Murder in Montague Place
This is the first adult novel by Martyn Beardsley, a prolific children’s author. Set in the Victorian world of the recently formed Detective Department of Scotland Yard, it is well-written, with a few nods to Victorian style in the use of authorial comments. Dickens aficionados will recognise Inspector Bucket from Bleak House, who has to negotiate departmental etiquette when Eleanora Scambles claims her husband has been wrongly arrested for murder by his colleague, Inspector Stope.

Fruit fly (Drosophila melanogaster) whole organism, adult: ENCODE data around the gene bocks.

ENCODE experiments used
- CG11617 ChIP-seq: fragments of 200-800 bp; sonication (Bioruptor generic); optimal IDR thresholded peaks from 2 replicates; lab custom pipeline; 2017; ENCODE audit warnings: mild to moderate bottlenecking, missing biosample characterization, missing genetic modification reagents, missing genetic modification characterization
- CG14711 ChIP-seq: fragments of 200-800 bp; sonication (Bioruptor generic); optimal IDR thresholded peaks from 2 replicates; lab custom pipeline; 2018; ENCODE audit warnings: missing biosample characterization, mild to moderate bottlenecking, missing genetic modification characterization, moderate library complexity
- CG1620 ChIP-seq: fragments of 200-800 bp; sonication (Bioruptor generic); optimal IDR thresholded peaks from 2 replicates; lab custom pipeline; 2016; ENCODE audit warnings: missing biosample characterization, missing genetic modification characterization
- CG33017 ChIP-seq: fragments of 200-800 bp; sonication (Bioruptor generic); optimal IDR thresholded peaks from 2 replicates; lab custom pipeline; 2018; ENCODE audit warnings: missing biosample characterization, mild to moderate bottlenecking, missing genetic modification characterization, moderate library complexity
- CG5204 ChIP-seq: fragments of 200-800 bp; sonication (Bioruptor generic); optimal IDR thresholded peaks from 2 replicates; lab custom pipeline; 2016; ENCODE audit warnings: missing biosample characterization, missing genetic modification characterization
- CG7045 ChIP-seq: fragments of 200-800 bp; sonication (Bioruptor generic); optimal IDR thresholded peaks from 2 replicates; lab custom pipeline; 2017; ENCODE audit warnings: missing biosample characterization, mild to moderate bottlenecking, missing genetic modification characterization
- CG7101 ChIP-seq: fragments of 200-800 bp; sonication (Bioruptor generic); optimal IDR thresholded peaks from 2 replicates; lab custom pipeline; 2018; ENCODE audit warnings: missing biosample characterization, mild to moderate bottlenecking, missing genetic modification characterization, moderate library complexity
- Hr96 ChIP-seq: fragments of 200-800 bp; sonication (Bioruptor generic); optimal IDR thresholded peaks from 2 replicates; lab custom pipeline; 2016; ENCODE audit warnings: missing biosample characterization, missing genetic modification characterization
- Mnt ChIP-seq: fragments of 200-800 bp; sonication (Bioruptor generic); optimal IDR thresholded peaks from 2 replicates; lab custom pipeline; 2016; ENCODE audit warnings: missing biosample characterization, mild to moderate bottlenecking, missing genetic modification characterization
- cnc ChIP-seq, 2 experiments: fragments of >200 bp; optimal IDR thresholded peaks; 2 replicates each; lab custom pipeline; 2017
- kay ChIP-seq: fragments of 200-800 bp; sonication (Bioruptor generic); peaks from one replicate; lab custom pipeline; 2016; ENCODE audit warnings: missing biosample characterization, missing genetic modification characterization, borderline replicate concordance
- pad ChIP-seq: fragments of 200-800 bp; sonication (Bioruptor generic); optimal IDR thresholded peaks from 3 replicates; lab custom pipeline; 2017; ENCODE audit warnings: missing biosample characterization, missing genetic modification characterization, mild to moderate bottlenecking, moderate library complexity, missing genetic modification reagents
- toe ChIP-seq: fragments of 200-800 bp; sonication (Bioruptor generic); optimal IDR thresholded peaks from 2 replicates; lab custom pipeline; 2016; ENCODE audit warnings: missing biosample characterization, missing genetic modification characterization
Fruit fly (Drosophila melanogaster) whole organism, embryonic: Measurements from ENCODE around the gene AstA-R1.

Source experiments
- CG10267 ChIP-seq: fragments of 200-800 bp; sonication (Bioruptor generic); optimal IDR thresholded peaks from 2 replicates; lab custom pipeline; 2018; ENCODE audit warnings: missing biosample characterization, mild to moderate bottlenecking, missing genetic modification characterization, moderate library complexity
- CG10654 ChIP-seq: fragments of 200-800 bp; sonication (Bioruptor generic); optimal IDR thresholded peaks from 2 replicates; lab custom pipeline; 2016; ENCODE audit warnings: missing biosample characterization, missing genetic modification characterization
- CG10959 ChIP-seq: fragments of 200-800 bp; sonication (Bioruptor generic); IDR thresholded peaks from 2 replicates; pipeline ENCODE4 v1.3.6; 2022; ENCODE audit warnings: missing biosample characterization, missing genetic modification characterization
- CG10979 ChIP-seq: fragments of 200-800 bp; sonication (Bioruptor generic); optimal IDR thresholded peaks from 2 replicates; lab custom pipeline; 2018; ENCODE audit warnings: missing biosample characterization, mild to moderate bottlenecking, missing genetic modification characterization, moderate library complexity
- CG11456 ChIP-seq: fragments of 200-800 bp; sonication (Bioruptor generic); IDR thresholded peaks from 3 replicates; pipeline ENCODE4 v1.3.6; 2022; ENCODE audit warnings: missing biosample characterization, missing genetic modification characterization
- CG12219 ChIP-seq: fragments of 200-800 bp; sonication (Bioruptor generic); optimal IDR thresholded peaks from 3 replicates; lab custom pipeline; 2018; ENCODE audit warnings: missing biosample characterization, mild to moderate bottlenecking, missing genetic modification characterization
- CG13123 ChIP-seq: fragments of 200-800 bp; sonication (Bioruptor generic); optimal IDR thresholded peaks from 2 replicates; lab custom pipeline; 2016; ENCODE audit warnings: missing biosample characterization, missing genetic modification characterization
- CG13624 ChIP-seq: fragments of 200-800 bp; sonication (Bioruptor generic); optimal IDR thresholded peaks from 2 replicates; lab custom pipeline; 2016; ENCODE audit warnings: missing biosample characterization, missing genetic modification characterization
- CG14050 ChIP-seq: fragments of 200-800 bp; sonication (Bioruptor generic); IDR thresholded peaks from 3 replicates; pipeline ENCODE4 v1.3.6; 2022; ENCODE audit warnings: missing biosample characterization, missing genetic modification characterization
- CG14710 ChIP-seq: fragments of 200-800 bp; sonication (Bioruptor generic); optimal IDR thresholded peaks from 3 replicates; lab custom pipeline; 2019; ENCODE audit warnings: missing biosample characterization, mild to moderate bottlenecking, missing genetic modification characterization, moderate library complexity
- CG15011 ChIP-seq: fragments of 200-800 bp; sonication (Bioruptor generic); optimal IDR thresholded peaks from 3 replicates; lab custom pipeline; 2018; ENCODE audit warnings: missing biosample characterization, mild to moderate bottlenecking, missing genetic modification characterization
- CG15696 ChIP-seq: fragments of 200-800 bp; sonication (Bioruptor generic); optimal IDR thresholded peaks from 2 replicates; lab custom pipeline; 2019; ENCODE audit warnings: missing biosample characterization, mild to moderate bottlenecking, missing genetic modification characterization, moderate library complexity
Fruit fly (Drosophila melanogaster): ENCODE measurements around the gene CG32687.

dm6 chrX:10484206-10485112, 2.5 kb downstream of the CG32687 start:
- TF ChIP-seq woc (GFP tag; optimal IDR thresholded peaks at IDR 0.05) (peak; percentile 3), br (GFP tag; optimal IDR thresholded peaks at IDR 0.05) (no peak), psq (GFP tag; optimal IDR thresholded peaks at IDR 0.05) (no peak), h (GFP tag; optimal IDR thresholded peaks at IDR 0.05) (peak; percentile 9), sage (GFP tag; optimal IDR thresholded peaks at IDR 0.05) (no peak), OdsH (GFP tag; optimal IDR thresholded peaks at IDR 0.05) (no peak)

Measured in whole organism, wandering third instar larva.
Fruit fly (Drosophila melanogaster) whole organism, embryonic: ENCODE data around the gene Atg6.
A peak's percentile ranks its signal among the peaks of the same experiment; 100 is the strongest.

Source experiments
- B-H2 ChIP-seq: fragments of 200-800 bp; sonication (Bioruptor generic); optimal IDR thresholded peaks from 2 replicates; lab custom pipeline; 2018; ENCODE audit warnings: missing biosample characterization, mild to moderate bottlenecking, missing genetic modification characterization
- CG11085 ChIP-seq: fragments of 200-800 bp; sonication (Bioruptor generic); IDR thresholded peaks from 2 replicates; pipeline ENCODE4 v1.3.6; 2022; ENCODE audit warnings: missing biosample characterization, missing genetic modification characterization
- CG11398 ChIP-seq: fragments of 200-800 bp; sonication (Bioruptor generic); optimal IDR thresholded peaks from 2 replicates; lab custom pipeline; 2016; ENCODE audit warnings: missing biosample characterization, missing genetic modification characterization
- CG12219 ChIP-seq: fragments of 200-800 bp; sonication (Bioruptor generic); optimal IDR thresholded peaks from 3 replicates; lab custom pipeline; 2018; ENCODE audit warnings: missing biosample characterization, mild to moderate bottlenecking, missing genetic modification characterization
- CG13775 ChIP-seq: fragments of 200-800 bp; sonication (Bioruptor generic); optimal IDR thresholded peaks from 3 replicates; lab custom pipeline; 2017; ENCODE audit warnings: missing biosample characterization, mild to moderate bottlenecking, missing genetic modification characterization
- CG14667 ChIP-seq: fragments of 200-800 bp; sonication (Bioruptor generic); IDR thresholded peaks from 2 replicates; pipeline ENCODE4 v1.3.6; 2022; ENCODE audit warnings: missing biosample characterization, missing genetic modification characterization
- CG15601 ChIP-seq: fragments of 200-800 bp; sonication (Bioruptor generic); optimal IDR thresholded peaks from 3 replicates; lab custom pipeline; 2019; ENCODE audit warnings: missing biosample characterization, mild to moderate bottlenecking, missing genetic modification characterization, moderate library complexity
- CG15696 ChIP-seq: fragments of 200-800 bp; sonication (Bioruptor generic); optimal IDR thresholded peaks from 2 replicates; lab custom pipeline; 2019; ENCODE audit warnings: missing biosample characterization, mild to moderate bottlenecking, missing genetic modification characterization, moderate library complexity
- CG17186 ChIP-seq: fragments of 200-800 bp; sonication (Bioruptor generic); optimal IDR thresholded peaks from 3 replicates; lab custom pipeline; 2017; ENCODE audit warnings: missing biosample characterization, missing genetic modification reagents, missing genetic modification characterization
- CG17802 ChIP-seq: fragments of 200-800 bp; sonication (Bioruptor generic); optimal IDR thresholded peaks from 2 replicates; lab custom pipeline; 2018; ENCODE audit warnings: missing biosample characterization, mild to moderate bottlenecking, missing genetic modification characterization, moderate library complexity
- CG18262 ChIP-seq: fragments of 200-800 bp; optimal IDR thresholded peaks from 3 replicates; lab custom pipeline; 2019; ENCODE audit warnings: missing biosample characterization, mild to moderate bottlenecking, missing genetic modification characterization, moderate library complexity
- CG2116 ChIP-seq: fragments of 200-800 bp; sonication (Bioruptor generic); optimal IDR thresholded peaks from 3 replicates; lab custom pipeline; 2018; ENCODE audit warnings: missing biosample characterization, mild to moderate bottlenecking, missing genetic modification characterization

Negotiating the worlds of the poor and the aristocracy, Bucket, with his assistant Sergeant Gordon, sets out to discover who is stealing ferns from the members of the National Truss Society for the Relief of the Ruptured Poor (not, as I first thought, a joke by the author but which did actually exist), while also investigating peripheral aspects of the murder case. With vivid and in some cases affecting descriptions of Victorian life, a complicated plot with a satisfactory resolution, and two engaging main characters, this is the first in a series, I hope, of novels to look out for.